GANZ: Yeah, there were. And a lot of them weirdly felt a little bit tentative until that moment close to the end of the show when A Tribe Called Quest, who returned last year after almost two-decade absence of not making music together, came back with a final album featuring Phife Dawg, who died in the middle of last year. They played a just barnstorming explicitly political set that featured original hits and also a new song called "We The People" that just, you know, was undeniably political.


A TRIBE CALLED QUEST: (Singing) All of the black folks, you must go.

ANDERSON .PAAK: (Singing) Dark skin, high yellow, you gots (ph) to go.

A TRIBE CALLED QUEST: (Singing) All of our poor folks, you must go.

ANDERSON .PAAK: (Singing) Still hustle every day and they making no dough.

A TRIBE CALLED QUEST: (Singing) And all of the Mexicans, you must go.

MCEVERS: And during that they had a wall on stage, and then people knocked the wall down, right?

GANZ: Literally knocked it down. Yeah, they ended the set with people of all different colors, of all different backgrounds onstage with them. The entire group ended the song with their fists raised in the air and Q-Tip was shouting.


Q-TIP: Resist. Resist. Resist.

MCEVERS: I mean, how does this compare to other awards ceremonies we've seen and other big, you know, events like the Super Bowl and stuff like that?

GANZ: When you think about the Grammys compared to the Super Bowl there's not really a comparison. I mean, Lady Gaga at the Super Bowl last weekend is trying to walk a very thin line where she's talking to the biggest audience that she will ever talk to. She's trying to rope them all in. At the Grammys, you have a chance to be yourself amongst your peers. And if being political is in your nature the - a group like Tribe Called Quest really gets a chance to speak honestly to that. Somebody like Katy Perry who is trying to walk a little bit more of that line in her performance, you know, can nod to being political with the preamble to the Constitution projected against her set at the end of her song, but it's going to be a little bit more tentative.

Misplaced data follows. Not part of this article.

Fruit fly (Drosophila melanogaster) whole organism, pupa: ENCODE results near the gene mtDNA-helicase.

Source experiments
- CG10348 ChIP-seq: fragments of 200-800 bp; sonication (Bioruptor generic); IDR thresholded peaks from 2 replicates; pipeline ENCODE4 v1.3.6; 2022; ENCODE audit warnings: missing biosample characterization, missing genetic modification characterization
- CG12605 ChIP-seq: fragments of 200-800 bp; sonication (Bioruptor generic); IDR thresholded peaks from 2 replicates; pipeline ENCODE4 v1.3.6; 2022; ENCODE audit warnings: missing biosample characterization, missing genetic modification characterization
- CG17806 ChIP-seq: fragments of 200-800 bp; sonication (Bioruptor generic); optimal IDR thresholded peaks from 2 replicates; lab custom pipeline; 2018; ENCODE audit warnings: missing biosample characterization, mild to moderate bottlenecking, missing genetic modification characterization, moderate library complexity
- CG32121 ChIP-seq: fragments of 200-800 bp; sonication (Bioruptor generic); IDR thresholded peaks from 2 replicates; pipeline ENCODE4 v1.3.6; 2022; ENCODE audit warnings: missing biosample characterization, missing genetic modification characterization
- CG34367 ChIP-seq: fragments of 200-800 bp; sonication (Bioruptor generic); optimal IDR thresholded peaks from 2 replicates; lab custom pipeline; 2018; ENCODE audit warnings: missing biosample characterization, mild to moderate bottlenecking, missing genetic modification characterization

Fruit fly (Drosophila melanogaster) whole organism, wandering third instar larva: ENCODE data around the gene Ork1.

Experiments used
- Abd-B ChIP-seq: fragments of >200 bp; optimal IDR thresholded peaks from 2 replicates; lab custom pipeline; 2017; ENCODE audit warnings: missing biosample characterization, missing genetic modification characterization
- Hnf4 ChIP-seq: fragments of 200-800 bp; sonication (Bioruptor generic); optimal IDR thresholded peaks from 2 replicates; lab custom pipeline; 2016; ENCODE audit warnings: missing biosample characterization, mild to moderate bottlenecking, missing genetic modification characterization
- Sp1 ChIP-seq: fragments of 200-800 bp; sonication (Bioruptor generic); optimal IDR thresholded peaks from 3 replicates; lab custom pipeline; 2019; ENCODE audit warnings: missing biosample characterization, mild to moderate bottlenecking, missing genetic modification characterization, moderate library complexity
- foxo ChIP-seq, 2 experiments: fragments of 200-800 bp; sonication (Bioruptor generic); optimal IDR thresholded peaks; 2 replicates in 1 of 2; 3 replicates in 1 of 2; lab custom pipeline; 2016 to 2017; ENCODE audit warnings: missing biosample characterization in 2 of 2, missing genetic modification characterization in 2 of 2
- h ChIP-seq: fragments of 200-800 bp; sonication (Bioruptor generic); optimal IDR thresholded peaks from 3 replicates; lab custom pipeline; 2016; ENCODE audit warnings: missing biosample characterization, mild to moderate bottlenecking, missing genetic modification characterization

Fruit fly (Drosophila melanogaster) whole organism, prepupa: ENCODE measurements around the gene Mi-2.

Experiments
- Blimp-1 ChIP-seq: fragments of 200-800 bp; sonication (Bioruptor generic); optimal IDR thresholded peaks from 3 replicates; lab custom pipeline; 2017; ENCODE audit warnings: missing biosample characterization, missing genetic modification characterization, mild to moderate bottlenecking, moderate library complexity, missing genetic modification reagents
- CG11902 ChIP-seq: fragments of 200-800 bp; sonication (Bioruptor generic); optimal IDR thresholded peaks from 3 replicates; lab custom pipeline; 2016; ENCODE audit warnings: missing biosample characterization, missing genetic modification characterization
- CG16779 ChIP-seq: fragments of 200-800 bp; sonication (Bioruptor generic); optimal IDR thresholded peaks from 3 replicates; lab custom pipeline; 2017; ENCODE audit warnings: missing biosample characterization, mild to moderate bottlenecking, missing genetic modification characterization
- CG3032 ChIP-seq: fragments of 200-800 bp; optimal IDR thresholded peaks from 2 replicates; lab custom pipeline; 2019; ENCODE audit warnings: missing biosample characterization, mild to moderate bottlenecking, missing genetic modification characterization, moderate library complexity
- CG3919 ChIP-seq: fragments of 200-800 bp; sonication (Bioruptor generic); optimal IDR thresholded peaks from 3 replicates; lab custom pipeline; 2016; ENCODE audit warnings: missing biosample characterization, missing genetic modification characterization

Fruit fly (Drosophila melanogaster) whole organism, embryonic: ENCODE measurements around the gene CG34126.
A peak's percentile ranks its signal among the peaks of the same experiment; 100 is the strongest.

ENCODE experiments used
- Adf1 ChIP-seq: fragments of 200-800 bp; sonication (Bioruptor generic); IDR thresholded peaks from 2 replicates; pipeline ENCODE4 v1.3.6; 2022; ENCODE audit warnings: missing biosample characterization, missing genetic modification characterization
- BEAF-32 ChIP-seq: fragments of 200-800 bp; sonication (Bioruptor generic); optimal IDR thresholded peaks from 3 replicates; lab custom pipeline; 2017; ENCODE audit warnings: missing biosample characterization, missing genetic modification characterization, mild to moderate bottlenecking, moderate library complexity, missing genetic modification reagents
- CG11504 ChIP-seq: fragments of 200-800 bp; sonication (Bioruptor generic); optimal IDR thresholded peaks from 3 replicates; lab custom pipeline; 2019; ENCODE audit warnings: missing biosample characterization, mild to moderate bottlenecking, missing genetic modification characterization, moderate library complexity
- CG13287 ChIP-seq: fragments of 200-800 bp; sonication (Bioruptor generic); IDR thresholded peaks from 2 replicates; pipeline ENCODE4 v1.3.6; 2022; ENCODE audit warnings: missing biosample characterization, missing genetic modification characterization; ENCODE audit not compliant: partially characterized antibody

MCEVERS: That's NPR Music senior editor Jacob Ganz. Thank you.

GANZ: Thank you, Kelly.


A TRIBE CALLED QUEST: (Singing) All of our black folks, you must go.

ANDERSON .PAAK: (Singing) Dark skin, high yellow, you gots to go.

A TRIBE CALLED QUEST: (Singing) And all of our poor folks, you must go. Transcript provided by NPR, Copyright NPR.